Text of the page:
We are having a typical Arkansas summer — we have gone from flooding to a drought in the span of a couple of weeks.

Many of the soybeans that have been planted have not had any activating rainfall on soil residual herbicides. In a lot of cases, farmers left off the residual treatment based on bleak rainfall forecasts.

I am wishing everyone an afternoon heating shower. A few have occurred. We need something to occur to change the dry pattern we are in.

I have written in a lot of articles the past several years about the things that commonly caused conventional weed control programs to fail in the days before Roundup Ready crops came along. Soil residual herbicides have again become a necessary part of a weed control program and they can do some great things — when they work, but without soil moisture for incorporated herbicides or activating rainfall or overhead irrigation for pre-emergence herbicides, they do not work.

The most common question I get is, “How long can herbicide X wait for a rain?” Some herbicides degrade on the surface faster than others. However, the problem they all have is pigweeds will typically emerge three to five days after planting. If the pre-emergence herbicide is not activated prior to that, it will miss the first flush of pigweeds.

That does not mean you may not get something out of it later, but the first flush is the one that usually determines the degree of success in the weed control program.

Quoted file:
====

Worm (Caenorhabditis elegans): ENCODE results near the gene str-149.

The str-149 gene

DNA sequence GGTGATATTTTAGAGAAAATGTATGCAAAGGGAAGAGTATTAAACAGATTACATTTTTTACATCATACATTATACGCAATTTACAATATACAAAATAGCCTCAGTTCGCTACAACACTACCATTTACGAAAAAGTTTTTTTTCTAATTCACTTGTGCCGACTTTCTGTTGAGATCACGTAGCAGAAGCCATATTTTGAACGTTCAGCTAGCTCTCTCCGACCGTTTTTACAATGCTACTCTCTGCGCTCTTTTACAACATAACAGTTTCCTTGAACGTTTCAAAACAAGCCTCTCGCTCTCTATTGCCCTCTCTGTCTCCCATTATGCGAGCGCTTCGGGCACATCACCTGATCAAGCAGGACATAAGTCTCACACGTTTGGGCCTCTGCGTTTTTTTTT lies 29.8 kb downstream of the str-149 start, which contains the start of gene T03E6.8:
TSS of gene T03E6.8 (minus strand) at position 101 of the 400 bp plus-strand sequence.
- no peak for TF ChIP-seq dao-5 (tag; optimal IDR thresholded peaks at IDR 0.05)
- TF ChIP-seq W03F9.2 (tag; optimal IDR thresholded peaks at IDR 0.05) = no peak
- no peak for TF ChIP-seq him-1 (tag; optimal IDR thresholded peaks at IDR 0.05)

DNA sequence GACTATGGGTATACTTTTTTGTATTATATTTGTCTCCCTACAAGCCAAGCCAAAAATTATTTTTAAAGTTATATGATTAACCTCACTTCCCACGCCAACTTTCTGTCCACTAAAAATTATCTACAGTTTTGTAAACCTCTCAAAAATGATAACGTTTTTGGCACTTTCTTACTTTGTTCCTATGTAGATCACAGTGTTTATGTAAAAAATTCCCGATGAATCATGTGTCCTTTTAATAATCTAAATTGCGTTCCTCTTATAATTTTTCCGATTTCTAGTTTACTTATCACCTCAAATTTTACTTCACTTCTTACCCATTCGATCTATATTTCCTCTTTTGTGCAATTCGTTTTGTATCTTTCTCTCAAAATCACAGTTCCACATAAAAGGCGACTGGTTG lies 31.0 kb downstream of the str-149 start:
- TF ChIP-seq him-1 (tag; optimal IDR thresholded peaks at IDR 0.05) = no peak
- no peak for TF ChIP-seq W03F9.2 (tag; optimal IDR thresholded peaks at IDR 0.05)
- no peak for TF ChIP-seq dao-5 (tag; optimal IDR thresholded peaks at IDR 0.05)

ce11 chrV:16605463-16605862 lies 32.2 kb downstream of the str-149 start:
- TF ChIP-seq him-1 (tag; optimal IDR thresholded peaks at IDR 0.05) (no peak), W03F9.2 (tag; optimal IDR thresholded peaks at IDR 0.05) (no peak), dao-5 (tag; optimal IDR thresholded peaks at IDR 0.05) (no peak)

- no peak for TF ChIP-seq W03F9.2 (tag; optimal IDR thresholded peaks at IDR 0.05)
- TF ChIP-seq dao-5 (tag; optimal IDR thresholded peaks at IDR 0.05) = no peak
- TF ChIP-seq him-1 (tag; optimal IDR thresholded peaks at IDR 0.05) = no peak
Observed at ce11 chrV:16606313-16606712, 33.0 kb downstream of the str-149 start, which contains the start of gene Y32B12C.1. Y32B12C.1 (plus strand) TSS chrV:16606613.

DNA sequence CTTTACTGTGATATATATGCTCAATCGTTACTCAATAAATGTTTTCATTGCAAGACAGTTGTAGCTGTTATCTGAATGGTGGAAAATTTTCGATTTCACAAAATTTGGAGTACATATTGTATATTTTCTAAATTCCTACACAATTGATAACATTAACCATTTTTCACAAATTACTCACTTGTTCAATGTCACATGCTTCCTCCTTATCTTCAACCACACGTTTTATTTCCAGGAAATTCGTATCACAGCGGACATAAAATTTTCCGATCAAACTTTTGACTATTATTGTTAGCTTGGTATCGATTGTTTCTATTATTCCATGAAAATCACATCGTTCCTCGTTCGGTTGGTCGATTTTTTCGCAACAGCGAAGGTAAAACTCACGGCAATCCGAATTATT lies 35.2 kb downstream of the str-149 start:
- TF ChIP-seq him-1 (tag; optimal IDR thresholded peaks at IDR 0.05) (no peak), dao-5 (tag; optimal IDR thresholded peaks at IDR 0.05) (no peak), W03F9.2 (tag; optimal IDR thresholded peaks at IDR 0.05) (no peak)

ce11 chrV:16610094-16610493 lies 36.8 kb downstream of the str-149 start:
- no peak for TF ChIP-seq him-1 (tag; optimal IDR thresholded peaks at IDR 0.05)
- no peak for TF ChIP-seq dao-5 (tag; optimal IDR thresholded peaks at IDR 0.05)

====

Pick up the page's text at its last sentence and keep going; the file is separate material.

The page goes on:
The only way I know that you can compensate for the first flush of pigweeds being missed is to apply the first postemergence herbicide sooner than perhaps you planned to. What typically happens in the dry years is there will be enough moisture at planting to get the pigweeds to emerge, but they will drought-stress very quickly. The higher the pigweed populations are, the sooner drought stress can occur.

As the postemergence application is delayed, the weeds get larger and they may also become more drought-stressed at the same time. This is a double whammy. What would typically happen prior to the Roundup Ready days is we would get a dry year where the residual herbicides would not get activated, the grower would then miss the timing of the first postemergence application a few days and the result was a grown-up mess. I am concerned we are headed down that road in a lot of fields this year.

If you are trying to control glyphosate-resistant weeds in a Roundup Ready crop, you are in a conventional weed control system.

Consider backing the application of your first Reflex, Flexstar or Blazer application up from 14 days after soybean emergence, for example, to seven days after emergence. You do not need to scout in that scenario, just spray. Be ready to repeat the postemergence treatment in a week, but I strongly recommend you adhere to one total application of fomesafen (Prefix, Reflex, Flexstar or generic if you are going to rotate to grain sorghum, corn or rice. I will talk more about that in a future article.

If you are planting LibertyLink soybeans, you have a lot more postemergence firepower. The LibertyLink system will have a huge advantage on glyphosate-resistant pigweeds if we stay in this weather pattern. However, this system has its limitations as well — especially when it comes to drought stress.

I recommend that you move the timing of the first Ignite application back to seven to 10 days after emergence instead of the normal 10 to 14 DAE. If the residual was not activated, don’t go look — just go spray.

If you kill the first flush of pigweeds, life will be easy. If you miss the timing of the first application or if at about five days after the application you suspect some weeds may be missed, repeat the treatment seven days after the first.

I also recommend under the current conditions that you raise the Ignite rate from 22 to 29 ounces.

Good luck and hopefully I have sent you a shower!